It also set the tone for pretty much the whole point and click genre as we know it. Yep, it’s a pretty big deal.
But Maniac Mansion is also just a really good adventure game in its own right, filled with humorous writing and clever puzzles. Its story was an affectionate send-up of horror and B-movie tropes, with a witty, self-aware tone that was uncommon in gaming back then (and arguably since).
Paradroid’s simplistic presentation hides a remarkably sophisticated game that was way ahead of its time in many ways.
Your seemingly underpowered starter droid has the ability to interface with other droids and take control of them. Interfacing with those droids is executed through a neat little puzzle mini-game.
Successfully completing these sections so offers you access to the droids’ own unique combat abilities, which manifests itself in the game’s top-down shoot-’em-up mechanics.
Paradroid’s multi-faceted gameplay regularly sees it place highly in best-of C64 lists, so it’ll be one of the first games we try on the PET.
Impossible Mission is a tense platform puzzler that sees your agile protagonist scouring sprawling sci-fi levels for passwords.
Along the way you must somersault over the killer robots that stand in your way, or else deactivate them through the computer terminals that are dotted throughout.
All of this is played out against an agonising six hour time limit, making the whole game into something of a protracted race against the clock.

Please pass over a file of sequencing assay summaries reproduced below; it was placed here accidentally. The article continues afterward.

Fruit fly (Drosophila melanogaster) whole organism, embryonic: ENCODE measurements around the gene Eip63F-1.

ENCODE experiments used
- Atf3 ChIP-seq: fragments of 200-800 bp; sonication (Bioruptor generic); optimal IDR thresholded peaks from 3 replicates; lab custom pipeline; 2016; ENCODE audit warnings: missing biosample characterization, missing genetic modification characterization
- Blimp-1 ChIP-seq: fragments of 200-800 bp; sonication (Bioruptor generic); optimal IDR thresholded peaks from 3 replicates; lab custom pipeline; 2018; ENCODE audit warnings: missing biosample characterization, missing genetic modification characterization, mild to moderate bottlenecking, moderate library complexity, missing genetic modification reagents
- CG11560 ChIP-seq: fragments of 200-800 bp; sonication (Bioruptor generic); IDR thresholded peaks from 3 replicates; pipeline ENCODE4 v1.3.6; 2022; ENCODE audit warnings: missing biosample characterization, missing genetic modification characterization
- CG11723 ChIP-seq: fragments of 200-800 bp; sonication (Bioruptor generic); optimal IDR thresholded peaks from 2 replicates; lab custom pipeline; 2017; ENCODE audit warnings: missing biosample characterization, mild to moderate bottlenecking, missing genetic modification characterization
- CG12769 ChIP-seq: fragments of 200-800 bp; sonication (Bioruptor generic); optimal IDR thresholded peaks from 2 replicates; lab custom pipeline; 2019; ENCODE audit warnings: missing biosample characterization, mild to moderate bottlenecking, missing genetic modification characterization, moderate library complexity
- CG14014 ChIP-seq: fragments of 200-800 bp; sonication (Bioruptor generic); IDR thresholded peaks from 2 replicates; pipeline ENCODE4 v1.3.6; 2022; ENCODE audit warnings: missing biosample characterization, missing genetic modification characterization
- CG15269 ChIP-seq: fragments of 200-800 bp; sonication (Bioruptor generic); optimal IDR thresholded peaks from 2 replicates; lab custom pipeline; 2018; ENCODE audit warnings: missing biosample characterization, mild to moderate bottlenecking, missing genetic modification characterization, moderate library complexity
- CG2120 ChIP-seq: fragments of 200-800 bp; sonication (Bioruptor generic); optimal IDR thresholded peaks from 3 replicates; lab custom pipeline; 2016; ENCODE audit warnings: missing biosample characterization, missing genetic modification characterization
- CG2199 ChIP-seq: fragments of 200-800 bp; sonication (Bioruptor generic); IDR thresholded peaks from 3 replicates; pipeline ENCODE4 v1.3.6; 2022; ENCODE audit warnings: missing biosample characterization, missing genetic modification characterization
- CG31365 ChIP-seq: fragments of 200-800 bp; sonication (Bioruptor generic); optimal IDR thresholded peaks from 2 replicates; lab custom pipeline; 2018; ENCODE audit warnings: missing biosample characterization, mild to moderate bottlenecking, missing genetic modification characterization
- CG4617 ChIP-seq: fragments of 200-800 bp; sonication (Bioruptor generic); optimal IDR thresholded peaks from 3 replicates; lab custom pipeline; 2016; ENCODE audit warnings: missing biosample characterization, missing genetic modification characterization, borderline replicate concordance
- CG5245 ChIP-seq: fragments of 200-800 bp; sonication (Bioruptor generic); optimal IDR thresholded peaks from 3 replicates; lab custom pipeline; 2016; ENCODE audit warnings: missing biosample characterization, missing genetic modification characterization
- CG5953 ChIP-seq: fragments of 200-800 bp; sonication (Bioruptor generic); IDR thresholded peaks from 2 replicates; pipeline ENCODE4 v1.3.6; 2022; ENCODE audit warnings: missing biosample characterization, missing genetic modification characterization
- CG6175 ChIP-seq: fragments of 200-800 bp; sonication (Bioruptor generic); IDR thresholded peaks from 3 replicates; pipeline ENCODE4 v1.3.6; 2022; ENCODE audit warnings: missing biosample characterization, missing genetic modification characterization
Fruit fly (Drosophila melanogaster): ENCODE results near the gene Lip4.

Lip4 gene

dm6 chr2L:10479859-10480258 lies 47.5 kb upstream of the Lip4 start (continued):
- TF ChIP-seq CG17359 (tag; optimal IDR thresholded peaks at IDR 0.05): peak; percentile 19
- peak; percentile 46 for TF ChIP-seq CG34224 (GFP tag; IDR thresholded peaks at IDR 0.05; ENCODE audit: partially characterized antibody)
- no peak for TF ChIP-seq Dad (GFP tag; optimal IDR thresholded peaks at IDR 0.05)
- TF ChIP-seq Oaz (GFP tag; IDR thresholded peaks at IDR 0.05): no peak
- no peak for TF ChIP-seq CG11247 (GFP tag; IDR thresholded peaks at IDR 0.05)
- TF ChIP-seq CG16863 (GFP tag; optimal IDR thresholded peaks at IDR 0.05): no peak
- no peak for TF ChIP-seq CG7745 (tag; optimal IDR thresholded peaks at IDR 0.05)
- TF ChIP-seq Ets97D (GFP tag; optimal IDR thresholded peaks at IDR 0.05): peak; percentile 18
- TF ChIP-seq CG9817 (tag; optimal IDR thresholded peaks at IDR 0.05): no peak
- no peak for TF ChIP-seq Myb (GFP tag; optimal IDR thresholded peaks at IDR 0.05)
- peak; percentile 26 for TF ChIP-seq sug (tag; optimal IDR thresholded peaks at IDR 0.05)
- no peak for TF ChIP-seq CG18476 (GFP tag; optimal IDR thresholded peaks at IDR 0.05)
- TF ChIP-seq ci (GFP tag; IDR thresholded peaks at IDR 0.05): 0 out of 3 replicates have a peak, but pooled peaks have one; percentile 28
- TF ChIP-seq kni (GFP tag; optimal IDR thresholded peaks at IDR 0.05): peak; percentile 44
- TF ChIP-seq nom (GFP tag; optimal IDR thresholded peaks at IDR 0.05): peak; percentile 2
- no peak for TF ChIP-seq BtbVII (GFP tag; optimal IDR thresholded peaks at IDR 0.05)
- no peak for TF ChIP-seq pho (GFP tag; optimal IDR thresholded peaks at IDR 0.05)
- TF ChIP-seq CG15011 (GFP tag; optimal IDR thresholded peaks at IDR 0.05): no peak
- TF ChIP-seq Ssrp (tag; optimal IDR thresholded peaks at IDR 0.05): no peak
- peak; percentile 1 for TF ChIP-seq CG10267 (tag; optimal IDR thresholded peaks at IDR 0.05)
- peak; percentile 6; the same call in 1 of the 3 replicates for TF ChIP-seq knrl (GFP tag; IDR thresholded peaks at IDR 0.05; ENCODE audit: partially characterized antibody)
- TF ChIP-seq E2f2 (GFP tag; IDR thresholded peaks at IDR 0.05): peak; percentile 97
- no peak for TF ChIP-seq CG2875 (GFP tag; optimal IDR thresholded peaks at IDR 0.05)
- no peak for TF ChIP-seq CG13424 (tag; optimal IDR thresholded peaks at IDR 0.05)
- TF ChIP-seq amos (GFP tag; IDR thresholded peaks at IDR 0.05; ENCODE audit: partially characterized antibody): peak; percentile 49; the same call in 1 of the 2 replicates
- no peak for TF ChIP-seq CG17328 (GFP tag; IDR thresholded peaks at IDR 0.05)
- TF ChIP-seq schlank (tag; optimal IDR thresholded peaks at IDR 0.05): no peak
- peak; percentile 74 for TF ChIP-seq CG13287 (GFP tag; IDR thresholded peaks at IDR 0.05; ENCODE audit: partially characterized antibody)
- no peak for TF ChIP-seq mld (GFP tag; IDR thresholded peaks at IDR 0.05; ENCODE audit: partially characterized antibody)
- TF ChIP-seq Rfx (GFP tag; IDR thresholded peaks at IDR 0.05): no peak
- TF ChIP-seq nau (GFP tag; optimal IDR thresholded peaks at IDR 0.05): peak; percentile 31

The C64 version of Impossible Mission is the original and, many would say, best of the lot.
Here’s a startlingly fresh and slick 2D shooter that allows you to pilot your nimble fighter both left and right.
Rather than tackling traditional waves of enemies, Uridium has you scooting over and around the defences of sprawling capital ships, or Dreadnoughts.
When you’ve dodged and destroyed enough of the ship’s defences, you must carefully land your craft (itself an unusual touch) in order to destroy the Dreadnought and move onto the next stage.
Developed by Andrew Braybrook, the same coding genius that made Paradroid, Uridium was lauded at the time for its slick, fast-scrolling engine and responsive controls.
Geoff Crammond’s The Sentinel is notable for being the only game here to feature 3D graphics. And not just any 3D graphics, but proper filled-in 3D graphics.
It was pretty ahead of its time from a visual perspective, then, but The Sentinel was also a fascinating strategy puzzler.
It adopted a first person view, and tasked you with scavenging and managing finite resources, building new robots within your line of sight, into which you could then transfer your consciousness and continue your progress.
Sounds weird, huh? It is. It’s also totally unique and really quite absorbing.
Images from C64 Wiki